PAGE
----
Ohio State’s win over Purdue may not lend itself to overthinking at the end of the day.
The Buckeyes won by four touchdowns: Is that enough to know? Is the defense still a concern? What about the running game?
Those questions lingered Saturday night, and watching it again did not change much.
The biggest one might be the most important: Is the Ohio State passing game so good the other things don’t matter?
- On the final query, the answer very well could be yes. The bottom line is the pass protection typically is very good, and the receivers typically can’t be covered. That leaves C.J. Stroud with the job of getting them the ball so they can do their thing, and he typically does. If he has time to throw, it’s over. He will find the open man and get him the ball, and that guy will probably be behind the defense. If he’s not, he might just break a tackle or two and score anyway. That’s a good little tool to have in the box for Ryan Day.
- Rewatching the game confirmed a few things about the running game. The Buckeyes did appear more interested in trying to run against Purdue than they were against Nebraska even if the number of defenders in the box wasn’t favorable. Until the last series, they weren’t as successful, but it didn’t matter because the traditional running game is still doing its job in the grand scheme of things. Teams still have to respect it, which makes the job of Stroud and the receivers easier.
- That was particularly true of Purdue, who tried to man up against the Ohio State receivers and failed miserably. Like Nebraska, Purdue typically made sure it had one more guy in the box than Ohio State had blockers, but the Boilermakers were more aggressive up front and got some wins that way (as was the case with Penn State) whereas Ohio State was usually able to stay on schedule against the Huskers.
- While Nebraska suggested Ohio State throw the ball, but Purdue demanded it. Difference in the outcome is obvious: The Cornhuskers played conservatively in the secondary and held Ohio State to 29 points. The Boilermakers gave Ohio State one-on-one opportunities and gave up 59.
- Ohio State also still managed to hit big plays in the running game, though with the benefit of Purdue mistakes. On TreVeyon Henderson’s 57-yard touchdown run, Purdue star end George Karlaftis shot inside on the snap and left his gap wide open. I don’t know if that was by design or he was freelancing (no one else was slanting, and the linebackers was very slow to fill that gap if he was supposed to) but the result was a disaster regardless. That made all the space necessary for Henderson. For a normal human, that might have been just a 5-15 yard run, but he was too fast for the safety or the backside pursuit.
- Ohio State outflanked Purdue with its alignment on Garrett Wilson’s touchdown run. The Buckeyes motioned both tight ends from the right to the left side of the formation, and Purdue only shifted one extra defender to that side so they were outnumbered. Then Ohio State left Karlaftis unblocked knowing Wilson would be able to run around him with a head start, so the rest of the play was pretty easy to block.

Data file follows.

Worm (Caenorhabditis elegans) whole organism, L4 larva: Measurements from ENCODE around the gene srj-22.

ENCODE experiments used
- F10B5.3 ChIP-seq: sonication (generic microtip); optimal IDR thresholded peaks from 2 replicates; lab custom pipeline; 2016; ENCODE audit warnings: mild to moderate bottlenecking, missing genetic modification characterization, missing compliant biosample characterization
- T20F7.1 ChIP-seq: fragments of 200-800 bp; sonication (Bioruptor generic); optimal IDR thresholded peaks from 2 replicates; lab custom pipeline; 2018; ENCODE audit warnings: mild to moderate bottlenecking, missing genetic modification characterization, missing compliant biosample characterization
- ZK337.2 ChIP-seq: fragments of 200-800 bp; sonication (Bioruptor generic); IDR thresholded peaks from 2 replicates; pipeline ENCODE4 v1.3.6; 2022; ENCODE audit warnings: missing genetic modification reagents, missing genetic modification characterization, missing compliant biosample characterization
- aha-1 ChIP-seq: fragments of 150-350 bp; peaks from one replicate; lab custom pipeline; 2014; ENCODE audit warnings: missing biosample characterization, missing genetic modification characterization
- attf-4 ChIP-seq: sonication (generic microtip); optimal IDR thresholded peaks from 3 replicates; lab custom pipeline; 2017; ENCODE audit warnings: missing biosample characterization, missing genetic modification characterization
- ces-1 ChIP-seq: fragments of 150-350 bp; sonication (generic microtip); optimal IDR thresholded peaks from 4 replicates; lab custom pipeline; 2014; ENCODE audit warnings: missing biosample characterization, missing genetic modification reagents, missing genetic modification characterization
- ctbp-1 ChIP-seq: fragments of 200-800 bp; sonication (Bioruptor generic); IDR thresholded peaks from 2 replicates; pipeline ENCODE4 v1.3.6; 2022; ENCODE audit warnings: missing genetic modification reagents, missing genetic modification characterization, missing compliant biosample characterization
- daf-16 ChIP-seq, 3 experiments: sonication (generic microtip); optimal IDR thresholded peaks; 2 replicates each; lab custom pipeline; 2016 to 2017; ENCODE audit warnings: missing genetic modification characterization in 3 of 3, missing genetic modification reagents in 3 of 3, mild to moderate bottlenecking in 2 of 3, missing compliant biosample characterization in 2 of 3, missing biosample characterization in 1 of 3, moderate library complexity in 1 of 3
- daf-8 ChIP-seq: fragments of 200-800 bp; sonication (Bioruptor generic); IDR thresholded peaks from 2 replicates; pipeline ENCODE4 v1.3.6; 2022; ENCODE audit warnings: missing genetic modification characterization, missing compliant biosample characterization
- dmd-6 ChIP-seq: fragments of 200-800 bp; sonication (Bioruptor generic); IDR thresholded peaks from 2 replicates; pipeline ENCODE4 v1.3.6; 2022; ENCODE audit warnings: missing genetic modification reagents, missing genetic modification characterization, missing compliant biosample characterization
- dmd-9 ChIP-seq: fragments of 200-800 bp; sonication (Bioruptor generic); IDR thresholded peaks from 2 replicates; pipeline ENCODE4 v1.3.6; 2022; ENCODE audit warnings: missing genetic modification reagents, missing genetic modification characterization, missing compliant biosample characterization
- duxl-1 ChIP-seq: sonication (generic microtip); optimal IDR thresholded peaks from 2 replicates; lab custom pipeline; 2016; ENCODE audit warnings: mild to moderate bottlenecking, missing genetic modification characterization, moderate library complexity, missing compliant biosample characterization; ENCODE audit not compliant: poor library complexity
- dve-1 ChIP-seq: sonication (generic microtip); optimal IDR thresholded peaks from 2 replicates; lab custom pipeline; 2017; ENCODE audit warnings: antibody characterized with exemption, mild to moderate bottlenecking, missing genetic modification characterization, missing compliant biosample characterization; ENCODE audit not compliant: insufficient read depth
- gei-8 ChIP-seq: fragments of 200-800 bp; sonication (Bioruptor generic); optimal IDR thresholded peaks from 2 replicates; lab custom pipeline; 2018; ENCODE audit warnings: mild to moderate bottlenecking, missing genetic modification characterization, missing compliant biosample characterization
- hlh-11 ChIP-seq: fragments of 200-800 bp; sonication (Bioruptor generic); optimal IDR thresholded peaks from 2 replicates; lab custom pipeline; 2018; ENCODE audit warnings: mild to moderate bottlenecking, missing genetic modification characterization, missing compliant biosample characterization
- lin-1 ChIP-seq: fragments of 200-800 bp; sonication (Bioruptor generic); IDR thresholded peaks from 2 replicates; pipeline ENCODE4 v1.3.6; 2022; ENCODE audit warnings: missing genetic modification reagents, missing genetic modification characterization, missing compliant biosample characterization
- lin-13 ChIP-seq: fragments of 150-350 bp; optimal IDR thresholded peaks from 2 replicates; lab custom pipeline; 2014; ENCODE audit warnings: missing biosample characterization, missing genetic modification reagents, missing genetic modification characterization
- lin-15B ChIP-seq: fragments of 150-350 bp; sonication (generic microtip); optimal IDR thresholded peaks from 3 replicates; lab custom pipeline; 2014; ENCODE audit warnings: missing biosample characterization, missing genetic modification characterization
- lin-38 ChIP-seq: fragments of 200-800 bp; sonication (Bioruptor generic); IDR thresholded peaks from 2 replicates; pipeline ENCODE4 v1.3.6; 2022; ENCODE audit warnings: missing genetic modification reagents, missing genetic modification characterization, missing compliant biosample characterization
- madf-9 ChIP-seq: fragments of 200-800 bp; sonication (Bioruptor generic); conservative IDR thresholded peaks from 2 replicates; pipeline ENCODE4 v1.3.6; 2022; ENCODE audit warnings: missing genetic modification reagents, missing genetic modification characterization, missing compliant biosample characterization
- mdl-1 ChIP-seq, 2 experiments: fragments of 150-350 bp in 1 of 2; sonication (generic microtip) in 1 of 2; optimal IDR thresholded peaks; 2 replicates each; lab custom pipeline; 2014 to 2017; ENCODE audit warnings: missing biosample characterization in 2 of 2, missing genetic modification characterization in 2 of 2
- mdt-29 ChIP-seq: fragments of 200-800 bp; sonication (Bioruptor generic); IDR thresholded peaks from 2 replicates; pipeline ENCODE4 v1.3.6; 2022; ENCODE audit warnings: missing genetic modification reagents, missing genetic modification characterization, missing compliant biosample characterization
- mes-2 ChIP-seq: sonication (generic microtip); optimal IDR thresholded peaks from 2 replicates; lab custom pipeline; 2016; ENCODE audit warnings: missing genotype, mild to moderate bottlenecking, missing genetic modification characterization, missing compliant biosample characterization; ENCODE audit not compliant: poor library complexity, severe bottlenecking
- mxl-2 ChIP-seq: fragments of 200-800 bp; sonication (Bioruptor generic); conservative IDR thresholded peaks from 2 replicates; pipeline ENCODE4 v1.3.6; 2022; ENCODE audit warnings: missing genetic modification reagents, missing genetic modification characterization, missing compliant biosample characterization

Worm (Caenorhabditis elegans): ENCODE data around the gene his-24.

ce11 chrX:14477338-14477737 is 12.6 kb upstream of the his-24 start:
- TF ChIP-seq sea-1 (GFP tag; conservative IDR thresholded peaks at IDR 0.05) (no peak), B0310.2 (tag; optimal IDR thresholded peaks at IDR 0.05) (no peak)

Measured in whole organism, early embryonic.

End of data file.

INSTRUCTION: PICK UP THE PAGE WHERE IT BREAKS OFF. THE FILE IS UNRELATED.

- There were a handful of times in the first three quarters where something went wrong with the blocking, whether it was a straight missed block, miscommunication or bad timing (or the running back missing the hole). That is something that still needs work. They got it clicking with Miyan Williams on the final drive, but was that Purdue being worn out, or did everyone up front get on the same page finally? Time will tell.
- The Purdue offense is good, so they are going to find some success. The first touchdown drive was well-schemed and benefited from a couple of missed tackles that extended plays, then they put four eligible receivers to the right side and Ohio State only countered with three defensive backs so Ronnie Hickman got caught in no-man’s land with two guys to cover. They hit another big one in the third quarter when Bryson Shaw seemed distracted by play action and allowed a post route to get behind him, which he acknowledged after the game can’t happen.
- The last touchdown drive for Purdue is, like Ohio State’s last offensive possession -- harder to know how to classify. Did the Buckeyes slack off or get too conservative? Or was it mostly the result of the less-athletic second team linebackers being in the game? Purdue targeted them for a couple of big plays, something other opponents can do only if they are in the game.
- It is safe to conclude Ohio State is not a good enough cover team to survive without a great pass rush, which is true of almost all college football teams. But how many are willing to commit to the quick passing game like Purdue did? That’s already what they do, and they know they can’t run it anyway. The opposite is true of Michigan and Michigan State, so how will the Wolverines and Spartans attack? We’ll see… The Buckeyes gave up 472 yards rushing in their first two games against Minnesota and Oregon but have yielded 601 yards since, but what’s coming is a far greater challenge in that regard.